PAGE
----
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Why Social Exclusion Persists among Older People in Australia

By Riyana Miranti and Peng Yu


The existing literature on social exclusion among older people, though relatively limited, suggests that disadvantage among older people is cumulative in nature. Some aspects of disadvantage starting at early life stages have long-term consequences. As such, older people with disadvantages may be subject to higher risks of persistent social exclusion. This article aims to improve understanding of social exclusion and its persistence among senior Australians in three ways. Firstly, the incidence of social exclusion among older people is analysed using selected indicators. Secondly, the study examines whether an older person experiencing social exclusion at one time is more likely to experience it again (persistence). Thirdly, it investigates what factors may be protecting older people from social exclusion. The analysis is conducted using the first eight waves of the Household, Income and Labour Dynamics in Australia (HILDA) Survey. The sample of older people is disaggregated into a younger group (55–64 years at wave 1) and an older group (65+ years). The article suggests that higher education and income, as well as better health conditions and previous employment experiences, are important protective factors from social exclusion for older Australians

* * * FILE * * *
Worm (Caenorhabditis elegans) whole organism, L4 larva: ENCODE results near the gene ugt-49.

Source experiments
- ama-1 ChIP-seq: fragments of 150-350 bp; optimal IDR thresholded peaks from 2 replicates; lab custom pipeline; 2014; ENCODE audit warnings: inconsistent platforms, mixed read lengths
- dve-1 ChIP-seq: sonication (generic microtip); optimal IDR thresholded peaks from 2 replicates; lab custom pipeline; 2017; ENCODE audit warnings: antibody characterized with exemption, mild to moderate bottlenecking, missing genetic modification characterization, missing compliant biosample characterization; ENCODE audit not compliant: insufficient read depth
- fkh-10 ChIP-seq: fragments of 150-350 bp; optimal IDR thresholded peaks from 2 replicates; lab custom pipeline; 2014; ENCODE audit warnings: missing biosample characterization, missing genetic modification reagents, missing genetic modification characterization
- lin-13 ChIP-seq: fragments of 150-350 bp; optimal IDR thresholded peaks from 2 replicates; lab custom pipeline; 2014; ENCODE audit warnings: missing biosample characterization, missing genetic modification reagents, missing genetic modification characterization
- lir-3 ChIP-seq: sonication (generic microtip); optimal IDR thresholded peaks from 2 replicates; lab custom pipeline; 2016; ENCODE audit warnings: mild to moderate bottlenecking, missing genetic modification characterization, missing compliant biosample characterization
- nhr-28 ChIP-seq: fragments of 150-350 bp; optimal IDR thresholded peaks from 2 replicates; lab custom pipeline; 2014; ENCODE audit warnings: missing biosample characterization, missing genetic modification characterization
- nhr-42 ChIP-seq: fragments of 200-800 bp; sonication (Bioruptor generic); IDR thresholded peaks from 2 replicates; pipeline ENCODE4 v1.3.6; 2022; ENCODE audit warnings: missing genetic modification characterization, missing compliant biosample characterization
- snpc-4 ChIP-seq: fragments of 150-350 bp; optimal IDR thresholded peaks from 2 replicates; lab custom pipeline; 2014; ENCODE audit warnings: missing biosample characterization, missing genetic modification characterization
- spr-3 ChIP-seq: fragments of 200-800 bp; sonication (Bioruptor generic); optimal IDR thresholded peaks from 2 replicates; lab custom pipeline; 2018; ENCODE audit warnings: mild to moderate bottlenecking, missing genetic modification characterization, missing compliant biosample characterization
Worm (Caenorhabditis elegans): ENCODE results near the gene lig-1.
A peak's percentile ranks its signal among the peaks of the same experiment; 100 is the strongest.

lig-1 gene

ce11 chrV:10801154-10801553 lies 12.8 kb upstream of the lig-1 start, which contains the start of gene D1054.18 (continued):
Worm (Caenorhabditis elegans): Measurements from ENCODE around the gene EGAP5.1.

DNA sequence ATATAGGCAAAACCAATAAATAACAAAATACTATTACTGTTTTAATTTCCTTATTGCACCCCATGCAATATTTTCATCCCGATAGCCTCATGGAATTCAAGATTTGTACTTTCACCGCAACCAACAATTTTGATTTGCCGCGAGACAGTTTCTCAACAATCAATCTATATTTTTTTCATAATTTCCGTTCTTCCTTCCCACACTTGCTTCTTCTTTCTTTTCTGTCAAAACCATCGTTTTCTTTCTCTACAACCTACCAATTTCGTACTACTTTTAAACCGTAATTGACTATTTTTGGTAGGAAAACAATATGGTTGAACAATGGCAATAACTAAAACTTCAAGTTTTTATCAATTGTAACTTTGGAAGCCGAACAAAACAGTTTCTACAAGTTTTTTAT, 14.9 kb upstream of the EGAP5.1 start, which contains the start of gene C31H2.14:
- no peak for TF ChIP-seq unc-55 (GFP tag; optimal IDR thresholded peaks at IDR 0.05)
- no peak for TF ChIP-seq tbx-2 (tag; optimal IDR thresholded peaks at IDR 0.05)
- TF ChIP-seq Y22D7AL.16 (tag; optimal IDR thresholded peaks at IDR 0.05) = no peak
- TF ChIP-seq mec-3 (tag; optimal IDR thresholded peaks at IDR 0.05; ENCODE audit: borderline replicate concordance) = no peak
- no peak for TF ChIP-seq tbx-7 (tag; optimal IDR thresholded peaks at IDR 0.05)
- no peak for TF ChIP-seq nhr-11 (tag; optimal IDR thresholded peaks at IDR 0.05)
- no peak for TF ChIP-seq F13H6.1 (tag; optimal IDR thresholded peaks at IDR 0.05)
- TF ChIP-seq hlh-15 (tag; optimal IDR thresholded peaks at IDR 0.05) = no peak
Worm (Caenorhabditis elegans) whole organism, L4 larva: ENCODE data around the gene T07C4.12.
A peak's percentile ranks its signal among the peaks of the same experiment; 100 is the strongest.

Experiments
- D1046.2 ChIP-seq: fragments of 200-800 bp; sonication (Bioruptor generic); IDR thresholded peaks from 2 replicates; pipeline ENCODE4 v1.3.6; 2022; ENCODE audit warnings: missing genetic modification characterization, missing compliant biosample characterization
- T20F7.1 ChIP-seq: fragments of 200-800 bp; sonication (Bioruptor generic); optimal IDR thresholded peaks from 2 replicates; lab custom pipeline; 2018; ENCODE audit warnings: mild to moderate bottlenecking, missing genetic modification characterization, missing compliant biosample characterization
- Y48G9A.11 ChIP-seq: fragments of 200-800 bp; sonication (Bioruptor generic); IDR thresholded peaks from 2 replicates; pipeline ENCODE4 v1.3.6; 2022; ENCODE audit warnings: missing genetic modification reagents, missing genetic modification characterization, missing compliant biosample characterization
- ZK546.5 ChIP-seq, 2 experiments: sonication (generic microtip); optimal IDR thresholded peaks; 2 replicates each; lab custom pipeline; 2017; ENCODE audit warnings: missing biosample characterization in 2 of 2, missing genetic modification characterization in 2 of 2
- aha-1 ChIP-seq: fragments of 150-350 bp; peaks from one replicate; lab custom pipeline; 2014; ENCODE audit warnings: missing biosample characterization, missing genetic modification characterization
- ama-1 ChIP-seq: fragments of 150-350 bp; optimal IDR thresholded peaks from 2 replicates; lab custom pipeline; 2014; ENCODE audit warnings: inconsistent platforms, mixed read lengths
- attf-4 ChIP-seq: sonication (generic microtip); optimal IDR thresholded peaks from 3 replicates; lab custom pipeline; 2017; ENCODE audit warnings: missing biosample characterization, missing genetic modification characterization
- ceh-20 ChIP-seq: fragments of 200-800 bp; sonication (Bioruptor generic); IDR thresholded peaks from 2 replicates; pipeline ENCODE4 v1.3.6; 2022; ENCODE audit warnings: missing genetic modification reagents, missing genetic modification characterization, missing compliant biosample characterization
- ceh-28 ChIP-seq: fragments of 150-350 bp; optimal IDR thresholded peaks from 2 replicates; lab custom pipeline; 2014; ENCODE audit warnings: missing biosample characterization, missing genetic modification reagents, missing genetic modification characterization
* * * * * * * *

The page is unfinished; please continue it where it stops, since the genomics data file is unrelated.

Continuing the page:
Topics: Australia, disadvantage, elderly, social exclusion, persistence, older people, senior, Sociology (General), HM401-1281
Publisher: Cogitatio
Year: 2015
OAI identifier: oai:doaj.org/article:9a052d91ff7d4775a41800888694db7e
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